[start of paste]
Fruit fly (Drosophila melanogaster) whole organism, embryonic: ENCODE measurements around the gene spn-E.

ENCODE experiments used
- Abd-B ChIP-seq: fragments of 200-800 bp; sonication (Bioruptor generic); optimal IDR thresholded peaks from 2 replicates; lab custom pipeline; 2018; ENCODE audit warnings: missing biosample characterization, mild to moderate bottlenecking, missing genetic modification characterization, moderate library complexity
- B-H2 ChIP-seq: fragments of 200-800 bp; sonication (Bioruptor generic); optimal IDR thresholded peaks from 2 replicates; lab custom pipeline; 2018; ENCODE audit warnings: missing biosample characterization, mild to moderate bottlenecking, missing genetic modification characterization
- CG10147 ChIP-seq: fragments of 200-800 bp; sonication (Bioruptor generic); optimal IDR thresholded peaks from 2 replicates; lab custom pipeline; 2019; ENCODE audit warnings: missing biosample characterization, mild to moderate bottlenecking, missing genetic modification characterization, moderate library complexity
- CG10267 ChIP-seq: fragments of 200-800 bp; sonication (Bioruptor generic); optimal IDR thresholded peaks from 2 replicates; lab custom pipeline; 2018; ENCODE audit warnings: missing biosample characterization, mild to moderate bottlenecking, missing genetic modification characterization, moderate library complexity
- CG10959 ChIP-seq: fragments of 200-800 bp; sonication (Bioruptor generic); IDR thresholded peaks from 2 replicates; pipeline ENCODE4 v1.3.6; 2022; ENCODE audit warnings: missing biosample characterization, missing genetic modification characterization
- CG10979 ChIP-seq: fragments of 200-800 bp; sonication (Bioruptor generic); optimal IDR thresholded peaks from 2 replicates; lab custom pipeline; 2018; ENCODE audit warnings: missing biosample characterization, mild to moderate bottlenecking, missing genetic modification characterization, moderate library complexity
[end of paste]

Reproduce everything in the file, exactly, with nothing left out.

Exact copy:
Fruit fly (Drosophila melanogaster) whole organism, embryonic: ENCODE measurements around the gene spn-E.

ENCODE experiments used
- Abd-B ChIP-seq: fragments of 200-800 bp; sonication (Bioruptor generic); optimal IDR thresholded peaks from 2 replicates; lab custom pipeline; 2018; ENCODE audit warnings: missing biosample characterization, mild to moderate bottlenecking, missing genetic modification characterization, moderate library complexity
- B-H2 ChIP-seq: fragments of 200-800 bp; sonication (Bioruptor generic); optimal IDR thresholded peaks from 2 replicates; lab custom pipeline; 2018; ENCODE audit warnings: missing biosample characterization, mild to moderate bottlenecking, missing genetic modification characterization
- CG10147 ChIP-seq: fragments of 200-800 bp; sonication (Bioruptor generic); optimal IDR thresholded peaks from 2 replicates; lab custom pipeline; 2019; ENCODE audit warnings: missing biosample characterization, mild to moderate bottlenecking, missing genetic modification characterization, moderate library complexity
- CG10267 ChIP-seq: fragments of 200-800 bp; sonication (Bioruptor generic); optimal IDR thresholded peaks from 2 replicates; lab custom pipeline; 2018; ENCODE audit warnings: missing biosample characterization, mild to moderate bottlenecking, missing genetic modification characterization, moderate library complexity
- CG10959 ChIP-seq: fragments of 200-800 bp; sonication (Bioruptor generic); IDR thresholded peaks from 2 replicates; pipeline ENCODE4 v1.3.6; 2022; ENCODE audit warnings: missing biosample characterization, missing genetic modification characterization
- CG10979 ChIP-seq: fragments of 200-800 bp; sonication (Bioruptor generic); optimal IDR thresholded peaks from 2 replicates; lab custom pipeline; 2018; ENCODE audit warnings: missing biosample characterization, mild to moderate bottlenecking, missing genetic modification characterization, moderate library complexity